Then came on the American Civil War, which put an end to the enterprise for four long years. But Cyrus Field did not despair. All through the war he kept at it, arguing, persuading, beseeching, and in time the money for a new and stronger cable came in. In August, 1865, the new cable was ready. It was much superior to that of seven years earlier. Two ships had been used in 1858, and the wires spliced in mid-ocean. Now only one, the huge "Great Eastern," was employed. On her decks the whole length of cable, 2300 miles, weighing 4000 tons, was laid, and she steamed away from Valentia, Ireland, on her difficult task. All went well until she was 1067 miles out, when by accident too much strain was put on the cable, it broke and sank, and failure had come again.

But the end was near at hand. With great difficulty Field raised more funds, had another cable made, lighter and stronger than the last one, and this time the "Great Eastern" made her journey without an accident, the shore end was safely landed at Trinity Bay, Newfoundland, messages passed freely from end to end, and one of the most wonderful of modern enterprises was safely accomplished. Then the ship went back to mid-ocean, grappled in the water's depths, two miles down, for the lost cable of the year before, caught it and brought it up, spliced it to the unlaid part, and set out again for Newfoundland. This, too, was landed, and two electric cables crossed the seas. Cyrus Field had not only achieved his great work, but had duplicated it.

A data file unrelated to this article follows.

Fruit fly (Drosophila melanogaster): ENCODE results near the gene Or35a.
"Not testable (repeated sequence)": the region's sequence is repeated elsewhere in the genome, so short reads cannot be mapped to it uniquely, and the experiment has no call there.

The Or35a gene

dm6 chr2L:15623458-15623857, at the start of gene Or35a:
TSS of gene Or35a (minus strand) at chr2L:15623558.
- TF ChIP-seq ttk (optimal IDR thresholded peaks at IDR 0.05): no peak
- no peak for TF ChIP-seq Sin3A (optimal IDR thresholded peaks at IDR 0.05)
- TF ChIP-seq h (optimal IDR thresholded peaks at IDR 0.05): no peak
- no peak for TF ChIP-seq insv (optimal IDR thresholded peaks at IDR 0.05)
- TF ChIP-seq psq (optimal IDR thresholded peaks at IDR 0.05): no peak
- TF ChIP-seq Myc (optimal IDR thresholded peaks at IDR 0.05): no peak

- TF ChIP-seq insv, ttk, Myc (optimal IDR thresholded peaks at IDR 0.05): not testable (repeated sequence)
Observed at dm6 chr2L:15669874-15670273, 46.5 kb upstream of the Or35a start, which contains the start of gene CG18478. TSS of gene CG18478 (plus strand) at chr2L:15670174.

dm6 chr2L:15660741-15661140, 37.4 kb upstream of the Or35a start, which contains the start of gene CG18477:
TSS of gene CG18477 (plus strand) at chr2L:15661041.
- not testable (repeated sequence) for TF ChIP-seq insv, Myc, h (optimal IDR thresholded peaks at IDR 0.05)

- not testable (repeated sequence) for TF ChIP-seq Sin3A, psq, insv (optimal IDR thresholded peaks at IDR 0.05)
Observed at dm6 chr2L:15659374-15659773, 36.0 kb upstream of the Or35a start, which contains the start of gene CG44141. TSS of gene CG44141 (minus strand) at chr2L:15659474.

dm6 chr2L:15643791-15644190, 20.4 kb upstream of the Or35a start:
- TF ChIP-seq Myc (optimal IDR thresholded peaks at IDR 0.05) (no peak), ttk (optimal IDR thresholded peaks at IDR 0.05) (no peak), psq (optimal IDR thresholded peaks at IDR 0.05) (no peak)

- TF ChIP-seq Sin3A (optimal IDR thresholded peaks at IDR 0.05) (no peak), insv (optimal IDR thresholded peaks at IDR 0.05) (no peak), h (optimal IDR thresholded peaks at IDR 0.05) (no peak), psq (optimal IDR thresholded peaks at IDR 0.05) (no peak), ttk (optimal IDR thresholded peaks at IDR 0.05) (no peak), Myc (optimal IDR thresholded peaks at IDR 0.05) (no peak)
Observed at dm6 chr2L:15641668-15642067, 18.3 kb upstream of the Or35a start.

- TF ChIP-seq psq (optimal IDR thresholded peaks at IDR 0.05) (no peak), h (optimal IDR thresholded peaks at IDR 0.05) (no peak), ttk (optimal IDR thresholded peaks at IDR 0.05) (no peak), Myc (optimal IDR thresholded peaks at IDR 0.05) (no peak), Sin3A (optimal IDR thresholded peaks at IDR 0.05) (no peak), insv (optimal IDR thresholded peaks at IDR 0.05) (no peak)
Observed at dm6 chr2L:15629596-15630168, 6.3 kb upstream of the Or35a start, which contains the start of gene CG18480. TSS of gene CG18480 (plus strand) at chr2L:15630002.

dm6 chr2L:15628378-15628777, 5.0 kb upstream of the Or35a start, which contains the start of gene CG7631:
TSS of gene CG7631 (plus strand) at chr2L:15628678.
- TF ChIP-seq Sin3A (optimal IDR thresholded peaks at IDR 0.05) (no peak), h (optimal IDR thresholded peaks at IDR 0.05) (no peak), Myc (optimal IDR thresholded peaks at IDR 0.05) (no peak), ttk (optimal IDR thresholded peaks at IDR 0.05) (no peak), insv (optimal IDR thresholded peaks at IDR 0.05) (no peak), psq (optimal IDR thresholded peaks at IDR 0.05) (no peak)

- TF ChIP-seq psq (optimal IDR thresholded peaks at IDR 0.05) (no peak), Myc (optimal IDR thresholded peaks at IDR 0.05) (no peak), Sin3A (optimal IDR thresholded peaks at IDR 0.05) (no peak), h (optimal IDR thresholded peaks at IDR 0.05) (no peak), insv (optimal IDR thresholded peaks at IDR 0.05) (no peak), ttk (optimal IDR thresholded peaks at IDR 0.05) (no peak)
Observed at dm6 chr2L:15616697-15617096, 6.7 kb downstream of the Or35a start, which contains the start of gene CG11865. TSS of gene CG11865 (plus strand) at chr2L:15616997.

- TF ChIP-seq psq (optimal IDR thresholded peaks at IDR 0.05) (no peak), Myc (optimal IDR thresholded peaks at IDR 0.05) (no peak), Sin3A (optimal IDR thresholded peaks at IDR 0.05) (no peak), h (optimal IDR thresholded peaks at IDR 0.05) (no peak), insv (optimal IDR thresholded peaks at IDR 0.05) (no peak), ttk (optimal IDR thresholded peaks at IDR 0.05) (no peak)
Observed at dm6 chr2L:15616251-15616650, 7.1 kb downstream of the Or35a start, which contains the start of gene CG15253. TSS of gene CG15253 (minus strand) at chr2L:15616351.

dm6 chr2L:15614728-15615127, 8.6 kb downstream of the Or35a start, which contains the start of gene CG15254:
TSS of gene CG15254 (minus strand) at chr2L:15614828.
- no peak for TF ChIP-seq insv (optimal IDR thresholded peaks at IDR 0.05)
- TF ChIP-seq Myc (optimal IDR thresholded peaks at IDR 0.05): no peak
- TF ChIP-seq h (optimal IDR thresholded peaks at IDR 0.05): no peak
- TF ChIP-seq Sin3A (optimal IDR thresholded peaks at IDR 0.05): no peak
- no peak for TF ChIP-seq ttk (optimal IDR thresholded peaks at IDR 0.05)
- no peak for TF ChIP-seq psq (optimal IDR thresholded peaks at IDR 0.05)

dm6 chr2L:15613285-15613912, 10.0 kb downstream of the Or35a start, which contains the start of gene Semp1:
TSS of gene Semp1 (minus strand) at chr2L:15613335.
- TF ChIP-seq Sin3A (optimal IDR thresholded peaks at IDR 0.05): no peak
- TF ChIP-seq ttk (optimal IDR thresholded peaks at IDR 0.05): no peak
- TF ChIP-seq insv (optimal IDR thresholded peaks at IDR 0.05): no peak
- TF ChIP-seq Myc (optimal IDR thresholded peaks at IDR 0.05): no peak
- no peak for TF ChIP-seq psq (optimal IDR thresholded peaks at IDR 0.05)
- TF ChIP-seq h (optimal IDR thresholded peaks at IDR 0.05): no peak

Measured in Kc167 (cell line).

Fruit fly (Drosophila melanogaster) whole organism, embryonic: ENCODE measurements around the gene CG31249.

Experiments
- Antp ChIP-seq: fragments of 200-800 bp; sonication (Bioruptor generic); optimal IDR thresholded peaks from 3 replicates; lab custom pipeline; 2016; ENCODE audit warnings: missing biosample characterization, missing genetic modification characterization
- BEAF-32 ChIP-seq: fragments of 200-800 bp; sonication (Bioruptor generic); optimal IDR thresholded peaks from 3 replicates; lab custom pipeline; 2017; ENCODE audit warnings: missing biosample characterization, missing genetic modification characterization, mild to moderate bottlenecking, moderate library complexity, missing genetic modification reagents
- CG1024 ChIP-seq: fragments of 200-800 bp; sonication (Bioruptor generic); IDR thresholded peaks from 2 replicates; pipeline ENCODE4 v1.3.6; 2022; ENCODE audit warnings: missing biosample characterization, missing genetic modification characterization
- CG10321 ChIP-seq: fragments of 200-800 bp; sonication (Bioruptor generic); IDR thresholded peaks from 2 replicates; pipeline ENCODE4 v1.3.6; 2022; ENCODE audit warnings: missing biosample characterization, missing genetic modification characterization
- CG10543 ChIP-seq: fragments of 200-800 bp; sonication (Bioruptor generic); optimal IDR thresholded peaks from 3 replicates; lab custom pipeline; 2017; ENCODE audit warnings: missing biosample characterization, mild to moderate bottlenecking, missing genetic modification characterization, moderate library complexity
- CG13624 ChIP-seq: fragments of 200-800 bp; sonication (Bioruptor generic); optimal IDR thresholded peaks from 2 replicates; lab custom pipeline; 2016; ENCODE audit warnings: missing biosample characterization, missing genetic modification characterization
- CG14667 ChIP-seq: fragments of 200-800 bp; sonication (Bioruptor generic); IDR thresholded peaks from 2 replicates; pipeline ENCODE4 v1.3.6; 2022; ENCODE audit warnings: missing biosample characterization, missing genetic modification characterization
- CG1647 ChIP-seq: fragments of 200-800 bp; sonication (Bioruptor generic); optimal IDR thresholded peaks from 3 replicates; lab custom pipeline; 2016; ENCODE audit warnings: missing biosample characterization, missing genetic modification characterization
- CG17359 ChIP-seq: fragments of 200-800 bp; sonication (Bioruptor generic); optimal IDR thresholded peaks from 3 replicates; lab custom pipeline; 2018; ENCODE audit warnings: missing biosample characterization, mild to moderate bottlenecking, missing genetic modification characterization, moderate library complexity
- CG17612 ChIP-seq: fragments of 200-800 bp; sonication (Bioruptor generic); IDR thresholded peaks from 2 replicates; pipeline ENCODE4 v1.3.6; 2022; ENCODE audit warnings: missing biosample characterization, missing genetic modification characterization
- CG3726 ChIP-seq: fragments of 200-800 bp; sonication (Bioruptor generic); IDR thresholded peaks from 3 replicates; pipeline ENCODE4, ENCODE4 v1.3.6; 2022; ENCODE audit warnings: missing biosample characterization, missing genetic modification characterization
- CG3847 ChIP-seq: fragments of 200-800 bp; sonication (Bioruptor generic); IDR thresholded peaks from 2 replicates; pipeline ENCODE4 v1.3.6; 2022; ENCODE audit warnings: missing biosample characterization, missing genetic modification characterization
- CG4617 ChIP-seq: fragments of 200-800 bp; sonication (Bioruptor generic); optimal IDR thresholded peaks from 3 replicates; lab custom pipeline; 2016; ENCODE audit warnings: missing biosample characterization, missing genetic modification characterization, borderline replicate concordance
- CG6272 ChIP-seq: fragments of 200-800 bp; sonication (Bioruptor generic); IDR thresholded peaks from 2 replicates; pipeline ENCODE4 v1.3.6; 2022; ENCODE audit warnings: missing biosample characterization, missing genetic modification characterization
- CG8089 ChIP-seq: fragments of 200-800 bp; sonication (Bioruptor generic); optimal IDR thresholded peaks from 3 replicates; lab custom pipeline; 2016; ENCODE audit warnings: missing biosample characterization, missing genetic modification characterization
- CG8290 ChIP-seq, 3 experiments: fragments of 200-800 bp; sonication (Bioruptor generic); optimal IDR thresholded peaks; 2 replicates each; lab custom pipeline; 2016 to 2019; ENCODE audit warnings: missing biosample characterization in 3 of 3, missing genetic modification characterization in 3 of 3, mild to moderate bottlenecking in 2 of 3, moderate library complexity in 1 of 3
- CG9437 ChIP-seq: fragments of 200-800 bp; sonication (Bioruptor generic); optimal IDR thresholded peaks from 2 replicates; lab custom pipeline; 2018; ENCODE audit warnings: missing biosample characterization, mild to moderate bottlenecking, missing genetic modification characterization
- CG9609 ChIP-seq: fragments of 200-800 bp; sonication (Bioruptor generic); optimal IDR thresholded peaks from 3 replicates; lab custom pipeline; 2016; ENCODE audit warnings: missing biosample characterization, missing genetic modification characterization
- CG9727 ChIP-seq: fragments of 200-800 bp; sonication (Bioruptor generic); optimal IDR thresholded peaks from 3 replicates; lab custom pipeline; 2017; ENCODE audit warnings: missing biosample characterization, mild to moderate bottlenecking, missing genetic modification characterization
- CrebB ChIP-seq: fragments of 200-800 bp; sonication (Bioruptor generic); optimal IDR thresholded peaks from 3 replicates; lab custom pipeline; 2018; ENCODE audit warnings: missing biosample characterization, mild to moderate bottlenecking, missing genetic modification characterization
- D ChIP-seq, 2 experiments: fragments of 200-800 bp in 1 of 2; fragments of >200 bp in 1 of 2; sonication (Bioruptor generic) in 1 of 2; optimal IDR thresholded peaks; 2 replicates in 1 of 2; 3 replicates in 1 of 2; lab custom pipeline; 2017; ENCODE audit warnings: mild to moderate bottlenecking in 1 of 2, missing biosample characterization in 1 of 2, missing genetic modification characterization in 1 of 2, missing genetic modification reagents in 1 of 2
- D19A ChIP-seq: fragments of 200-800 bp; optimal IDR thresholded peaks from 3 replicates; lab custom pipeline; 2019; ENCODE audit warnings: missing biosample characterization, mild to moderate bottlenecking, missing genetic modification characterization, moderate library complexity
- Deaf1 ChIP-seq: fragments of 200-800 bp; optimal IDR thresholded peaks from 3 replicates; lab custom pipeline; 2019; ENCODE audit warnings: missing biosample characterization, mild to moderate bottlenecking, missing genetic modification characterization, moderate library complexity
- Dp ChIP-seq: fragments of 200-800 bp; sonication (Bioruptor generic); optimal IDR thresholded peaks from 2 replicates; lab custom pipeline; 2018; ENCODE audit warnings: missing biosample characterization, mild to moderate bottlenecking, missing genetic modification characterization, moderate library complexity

The wires worked splendidly. Men began to talk across the ocean as they had formerly talked across the street. It was expensive at first, one hundred dollars being charged for twenty words of five letters each. But the rates soon went down, and now, instead of paying five dollars for a word, messages can be sent for twenty-five cents a word.

Mr. Field's success brought him the highest honor. Men no longer laughed at his enterprise as, years before, they had laughed at that of Morse, and, years earlier still, at that of Fulton. Congress voted him the thanks of the nation, and presented him a gold medal and other testimonials of honor and respect. The French Exposition, which was held soon afterwards, gave him its grand medal, and honors were showered upon him from other quarters. Success in his great enterprise had made him one of the conquering heroes of the world.

Mr. Field did not rest in his later years, but spent an active and useful life, taking part in various important business enterprises. In 1871 he went into a company which proposed to lay a cable across the Pacific by way of Hawaii and Japan to China. This was not done, but since then electric cables have been laid across that great ocean. He also took part in laying the street railways of New York, and engaged very actively in the building of the elevated railways of that city. He died in New York, July la, 1892.